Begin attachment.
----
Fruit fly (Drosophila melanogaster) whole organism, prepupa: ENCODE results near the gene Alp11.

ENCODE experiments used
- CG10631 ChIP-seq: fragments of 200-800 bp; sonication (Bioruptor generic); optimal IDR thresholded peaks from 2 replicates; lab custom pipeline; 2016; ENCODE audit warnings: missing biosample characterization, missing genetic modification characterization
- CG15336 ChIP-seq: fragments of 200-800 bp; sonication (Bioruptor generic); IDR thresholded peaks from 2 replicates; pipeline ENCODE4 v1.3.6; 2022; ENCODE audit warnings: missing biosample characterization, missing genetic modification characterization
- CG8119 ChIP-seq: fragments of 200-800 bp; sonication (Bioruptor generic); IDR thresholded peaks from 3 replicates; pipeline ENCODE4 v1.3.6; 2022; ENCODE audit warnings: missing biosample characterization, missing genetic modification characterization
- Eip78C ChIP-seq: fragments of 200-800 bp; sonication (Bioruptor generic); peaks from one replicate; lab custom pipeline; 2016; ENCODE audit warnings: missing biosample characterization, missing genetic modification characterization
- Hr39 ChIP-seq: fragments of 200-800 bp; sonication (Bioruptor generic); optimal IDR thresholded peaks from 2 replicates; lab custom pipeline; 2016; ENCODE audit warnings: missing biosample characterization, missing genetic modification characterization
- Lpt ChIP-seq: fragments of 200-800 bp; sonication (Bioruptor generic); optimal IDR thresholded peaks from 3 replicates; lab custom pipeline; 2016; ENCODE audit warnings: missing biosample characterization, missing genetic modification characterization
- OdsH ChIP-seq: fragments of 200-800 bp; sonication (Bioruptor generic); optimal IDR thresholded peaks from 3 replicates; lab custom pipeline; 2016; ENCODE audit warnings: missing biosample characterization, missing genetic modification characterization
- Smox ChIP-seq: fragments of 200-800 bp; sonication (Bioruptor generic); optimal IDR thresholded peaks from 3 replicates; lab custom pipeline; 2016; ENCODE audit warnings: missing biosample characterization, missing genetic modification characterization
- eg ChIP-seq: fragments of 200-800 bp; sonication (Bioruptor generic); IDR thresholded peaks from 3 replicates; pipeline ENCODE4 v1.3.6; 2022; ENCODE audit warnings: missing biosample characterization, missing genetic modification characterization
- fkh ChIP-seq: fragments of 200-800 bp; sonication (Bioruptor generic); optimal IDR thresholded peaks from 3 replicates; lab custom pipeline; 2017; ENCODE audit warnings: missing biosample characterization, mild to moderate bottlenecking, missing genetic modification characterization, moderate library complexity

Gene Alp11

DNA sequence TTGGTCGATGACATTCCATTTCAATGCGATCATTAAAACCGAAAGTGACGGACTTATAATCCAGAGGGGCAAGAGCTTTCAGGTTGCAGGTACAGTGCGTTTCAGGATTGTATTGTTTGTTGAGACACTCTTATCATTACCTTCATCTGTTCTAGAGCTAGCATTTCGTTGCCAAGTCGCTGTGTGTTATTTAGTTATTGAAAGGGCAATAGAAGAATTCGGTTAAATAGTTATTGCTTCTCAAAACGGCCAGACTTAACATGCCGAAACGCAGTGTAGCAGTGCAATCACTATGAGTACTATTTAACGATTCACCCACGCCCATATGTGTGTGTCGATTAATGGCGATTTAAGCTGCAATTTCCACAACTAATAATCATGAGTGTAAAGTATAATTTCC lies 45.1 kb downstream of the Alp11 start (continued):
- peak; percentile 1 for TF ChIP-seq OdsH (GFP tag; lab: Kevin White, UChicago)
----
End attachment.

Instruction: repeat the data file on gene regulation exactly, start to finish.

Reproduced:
Fruit fly (Drosophila melanogaster) whole organism, prepupa: ENCODE results near the gene Alp11.

ENCODE experiments used
- CG10631 ChIP-seq: fragments of 200-800 bp; sonication (Bioruptor generic); optimal IDR thresholded peaks from 2 replicates; lab custom pipeline; 2016; ENCODE audit warnings: missing biosample characterization, missing genetic modification characterization
- CG15336 ChIP-seq: fragments of 200-800 bp; sonication (Bioruptor generic); IDR thresholded peaks from 2 replicates; pipeline ENCODE4 v1.3.6; 2022; ENCODE audit warnings: missing biosample characterization, missing genetic modification characterization
- CG8119 ChIP-seq: fragments of 200-800 bp; sonication (Bioruptor generic); IDR thresholded peaks from 3 replicates; pipeline ENCODE4 v1.3.6; 2022; ENCODE audit warnings: missing biosample characterization, missing genetic modification characterization
- Eip78C ChIP-seq: fragments of 200-800 bp; sonication (Bioruptor generic); peaks from one replicate; lab custom pipeline; 2016; ENCODE audit warnings: missing biosample characterization, missing genetic modification characterization
- Hr39 ChIP-seq: fragments of 200-800 bp; sonication (Bioruptor generic); optimal IDR thresholded peaks from 2 replicates; lab custom pipeline; 2016; ENCODE audit warnings: missing biosample characterization, missing genetic modification characterization
- Lpt ChIP-seq: fragments of 200-800 bp; sonication (Bioruptor generic); optimal IDR thresholded peaks from 3 replicates; lab custom pipeline; 2016; ENCODE audit warnings: missing biosample characterization, missing genetic modification characterization
- OdsH ChIP-seq: fragments of 200-800 bp; sonication (Bioruptor generic); optimal IDR thresholded peaks from 3 replicates; lab custom pipeline; 2016; ENCODE audit warnings: missing biosample characterization, missing genetic modification characterization
- Smox ChIP-seq: fragments of 200-800 bp; sonication (Bioruptor generic); optimal IDR thresholded peaks from 3 replicates; lab custom pipeline; 2016; ENCODE audit warnings: missing biosample characterization, missing genetic modification characterization
- eg ChIP-seq: fragments of 200-800 bp; sonication (Bioruptor generic); IDR thresholded peaks from 3 replicates; pipeline ENCODE4 v1.3.6; 2022; ENCODE audit warnings: missing biosample characterization, missing genetic modification characterization
- fkh ChIP-seq: fragments of 200-800 bp; sonication (Bioruptor generic); optimal IDR thresholded peaks from 3 replicates; lab custom pipeline; 2017; ENCODE audit warnings: missing biosample characterization, mild to moderate bottlenecking, missing genetic modification characterization, moderate library complexity

Gene Alp11

DNA sequence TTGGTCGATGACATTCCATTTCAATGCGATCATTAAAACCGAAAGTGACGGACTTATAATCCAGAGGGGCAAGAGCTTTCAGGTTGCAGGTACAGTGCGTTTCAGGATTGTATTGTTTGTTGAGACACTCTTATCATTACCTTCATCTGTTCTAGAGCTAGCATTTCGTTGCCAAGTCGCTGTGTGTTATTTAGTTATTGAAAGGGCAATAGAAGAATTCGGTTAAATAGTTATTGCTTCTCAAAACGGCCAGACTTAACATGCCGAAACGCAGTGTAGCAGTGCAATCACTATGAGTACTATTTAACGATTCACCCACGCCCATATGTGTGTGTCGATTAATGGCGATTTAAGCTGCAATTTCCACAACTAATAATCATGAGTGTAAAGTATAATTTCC lies 45.1 kb downstream of the Alp11 start (continued):
- peak; percentile 1 for TF ChIP-seq OdsH (GFP tag; lab: Kevin White, UChicago)